...there is no shaman dancing by the fire


No, just parents telling their children day after day after day how if they don’t receieve asylum all sorts of nightmares will come true.
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#7

Postby quietvoice » Tue Nov 14, 2017 12:09 pm

Theorease wrote:Wow...this is completely terrifying...why only Sweden? Must be something in the culture/environment...but what?

Why bother asking? What difference does it make if everything, in your view, happens mechanically, without the choice to make it better or worse? What is the point in gaining knowledge of anything, anyway?
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#8

Postby Theorease » Tue Nov 14, 2017 12:24 pm

Just because it's not a choice to make things better or worse doesn't mean my brain doesn't make me feel empathetic and direct me to attempt to increase pleasure and decrease pain...
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#9

Postby quietvoice » Tue Nov 14, 2017 12:47 pm

Theorease wrote:Just because it's not a choice to make things better or worse doesn't mean my brain doesn't make me feel empathetic and direct me to attempt to increase pleasure and decrease pain...

How do champions become champions, and not wallow in the non-championhood of the majority of people? A lot of champions came from the same place as those who stay stuck. Why is that so?
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#10

Postby Richard@DecisionSkills » Tue Nov 14, 2017 1:00 pm

Theorease wrote:Just because it's not a choice to make things better or worse doesn't mean my brain doesn't make me feel empathetic and direct me to attempt to increase pleasure and decrease pain...


A determinist in our midst?
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#11

Postby Theorease » Wed Nov 15, 2017 10:02 am

quietvoice wrote:
Theorease wrote:Just because it's not a choice to make things better or worse doesn't mean my brain doesn't make me feel empathetic and direct me to attempt to increase pleasure and decrease pain...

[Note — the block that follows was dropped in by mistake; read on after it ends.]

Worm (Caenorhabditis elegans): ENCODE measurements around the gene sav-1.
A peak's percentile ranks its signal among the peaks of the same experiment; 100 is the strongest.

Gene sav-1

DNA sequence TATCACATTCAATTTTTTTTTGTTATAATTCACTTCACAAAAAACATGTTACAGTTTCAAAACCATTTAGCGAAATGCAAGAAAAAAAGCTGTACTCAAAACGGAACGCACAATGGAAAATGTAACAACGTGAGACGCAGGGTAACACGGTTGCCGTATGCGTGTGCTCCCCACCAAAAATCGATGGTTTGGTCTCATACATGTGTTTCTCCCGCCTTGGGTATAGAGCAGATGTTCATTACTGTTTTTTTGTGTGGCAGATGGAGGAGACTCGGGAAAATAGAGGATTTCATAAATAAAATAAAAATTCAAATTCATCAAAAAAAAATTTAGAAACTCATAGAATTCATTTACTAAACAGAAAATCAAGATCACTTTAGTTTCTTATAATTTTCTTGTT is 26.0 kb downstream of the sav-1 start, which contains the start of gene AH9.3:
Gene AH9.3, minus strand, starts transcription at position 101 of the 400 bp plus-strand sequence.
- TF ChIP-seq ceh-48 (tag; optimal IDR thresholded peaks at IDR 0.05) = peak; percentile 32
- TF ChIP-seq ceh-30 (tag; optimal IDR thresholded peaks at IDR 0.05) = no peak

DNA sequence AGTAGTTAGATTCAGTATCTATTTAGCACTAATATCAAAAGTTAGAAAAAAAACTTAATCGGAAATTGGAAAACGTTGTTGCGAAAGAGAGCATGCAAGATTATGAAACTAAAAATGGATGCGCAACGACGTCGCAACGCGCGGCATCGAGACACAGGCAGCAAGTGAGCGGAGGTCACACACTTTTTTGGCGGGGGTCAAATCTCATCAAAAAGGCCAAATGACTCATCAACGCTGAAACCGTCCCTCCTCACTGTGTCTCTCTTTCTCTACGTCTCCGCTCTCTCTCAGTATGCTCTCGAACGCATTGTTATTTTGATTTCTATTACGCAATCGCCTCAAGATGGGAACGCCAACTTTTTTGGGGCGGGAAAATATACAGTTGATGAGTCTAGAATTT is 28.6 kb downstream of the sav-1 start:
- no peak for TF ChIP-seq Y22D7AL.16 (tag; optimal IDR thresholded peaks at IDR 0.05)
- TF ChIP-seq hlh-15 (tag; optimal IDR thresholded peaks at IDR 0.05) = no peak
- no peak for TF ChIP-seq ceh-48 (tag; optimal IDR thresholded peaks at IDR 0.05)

How do champions become champions, and not wallow in the non-championhood of the majority of people? A lot of champions came from the same place as those who stay stuck. Why is that so?


Because environmental and genetic differences aren't homogeneous. Also, somebody's gotta be champion.
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#12

Postby Theorease » Wed Nov 15, 2017 10:02 am

Richard@DecisionSkills wrote:
Theorease wrote:Just because it's not a choice to make things better or worse doesn't mean my brain doesn't make me feel empathetic and direct me to attempt to increase pleasure and decrease pain...


A determinist in our midst?


Damn straight.
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#13

Postby quietvoice » Wed Nov 15, 2017 12:08 pm

Theorease wrote:
Richard@DecisionSkills wrote:A determinist in our midst?

Damn straight.

Would you say that you have a consciousness that is conscious of everything that is, right now, or would you say that you may not be conscious of everything that is, right now, but that you as time goes along you become conscious of more and more of the everything, i.e., that you don't know everything, there's always more to learn?
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#14

Postby Richard@DecisionSkills » Wed Nov 15, 2017 2:14 pm

Theorease wrote:Wow...this is completely terrifying...why only Sweden? Must be something in the culture/environment...but what?


According to your belief system you already know the answer, it was predestined. So why are you asking such a question? Oh, that’s right, it was also predestined as will any response you “choose” errr, I mean that you are predestined to give.

Unless...maybe you were predestined to believe in the existence of an extraterrestrial species, aliens capable of volitional acts. Then your belief system would support asking, “why only in Sweden?” You might have been predestined to recognize that possibly Sweden was not predestined, but instead some volitional influence is involved, modifying these poor children’s destiny. How unfair, how terrifying that free will might alter the predetermined path for these children.